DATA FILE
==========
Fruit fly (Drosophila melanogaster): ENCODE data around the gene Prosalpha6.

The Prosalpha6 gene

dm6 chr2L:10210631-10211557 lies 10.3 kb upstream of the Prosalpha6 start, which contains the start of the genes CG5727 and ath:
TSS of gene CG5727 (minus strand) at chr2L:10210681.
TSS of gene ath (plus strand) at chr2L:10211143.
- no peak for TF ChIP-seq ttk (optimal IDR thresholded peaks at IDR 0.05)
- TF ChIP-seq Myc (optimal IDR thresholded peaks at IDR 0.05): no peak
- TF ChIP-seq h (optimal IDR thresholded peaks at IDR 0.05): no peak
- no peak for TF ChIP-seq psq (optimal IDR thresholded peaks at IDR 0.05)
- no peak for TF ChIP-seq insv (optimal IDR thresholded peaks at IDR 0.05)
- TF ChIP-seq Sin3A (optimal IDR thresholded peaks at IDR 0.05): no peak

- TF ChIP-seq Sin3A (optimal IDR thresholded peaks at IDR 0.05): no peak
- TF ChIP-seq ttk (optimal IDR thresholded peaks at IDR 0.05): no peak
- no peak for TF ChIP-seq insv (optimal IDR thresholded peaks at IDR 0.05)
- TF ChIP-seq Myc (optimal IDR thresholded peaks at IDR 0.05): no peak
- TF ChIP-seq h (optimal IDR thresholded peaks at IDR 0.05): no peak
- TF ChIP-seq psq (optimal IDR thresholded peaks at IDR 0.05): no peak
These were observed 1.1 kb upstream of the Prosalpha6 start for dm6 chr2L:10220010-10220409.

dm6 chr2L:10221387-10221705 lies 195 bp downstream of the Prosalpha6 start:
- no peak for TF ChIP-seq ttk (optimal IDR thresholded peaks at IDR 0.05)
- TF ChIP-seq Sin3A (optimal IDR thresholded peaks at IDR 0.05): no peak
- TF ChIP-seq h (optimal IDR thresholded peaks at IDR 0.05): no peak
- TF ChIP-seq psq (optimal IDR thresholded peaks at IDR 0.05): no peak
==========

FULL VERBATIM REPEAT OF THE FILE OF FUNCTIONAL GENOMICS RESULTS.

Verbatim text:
Fruit fly (Drosophila melanogaster): ENCODE data around the gene Prosalpha6.

The Prosalpha6 gene

dm6 chr2L:10210631-10211557 lies 10.3 kb upstream of the Prosalpha6 start, which contains the start of the genes CG5727 and ath:
TSS of gene CG5727 (minus strand) at chr2L:10210681.
TSS of gene ath (plus strand) at chr2L:10211143.
- no peak for TF ChIP-seq ttk (optimal IDR thresholded peaks at IDR 0.05)
- TF ChIP-seq Myc (optimal IDR thresholded peaks at IDR 0.05): no peak
- TF ChIP-seq h (optimal IDR thresholded peaks at IDR 0.05): no peak
- no peak for TF ChIP-seq psq (optimal IDR thresholded peaks at IDR 0.05)
- no peak for TF ChIP-seq insv (optimal IDR thresholded peaks at IDR 0.05)
- TF ChIP-seq Sin3A (optimal IDR thresholded peaks at IDR 0.05): no peak

- TF ChIP-seq Sin3A (optimal IDR thresholded peaks at IDR 0.05): no peak
- TF ChIP-seq ttk (optimal IDR thresholded peaks at IDR 0.05): no peak
- no peak for TF ChIP-seq insv (optimal IDR thresholded peaks at IDR 0.05)
- TF ChIP-seq Myc (optimal IDR thresholded peaks at IDR 0.05): no peak
- TF ChIP-seq h (optimal IDR thresholded peaks at IDR 0.05): no peak
- TF ChIP-seq psq (optimal IDR thresholded peaks at IDR 0.05): no peak
These were observed 1.1 kb upstream of the Prosalpha6 start for dm6 chr2L:10220010-10220409.

dm6 chr2L:10221387-10221705 lies 195 bp downstream of the Prosalpha6 start:
- no peak for TF ChIP-seq ttk (optimal IDR thresholded peaks at IDR 0.05)
- TF ChIP-seq Sin3A (optimal IDR thresholded peaks at IDR 0.05): no peak
- TF ChIP-seq h (optimal IDR thresholded peaks at IDR 0.05): no peak
- TF ChIP-seq psq (optimal IDR thresholded peaks at IDR 0.05): no peak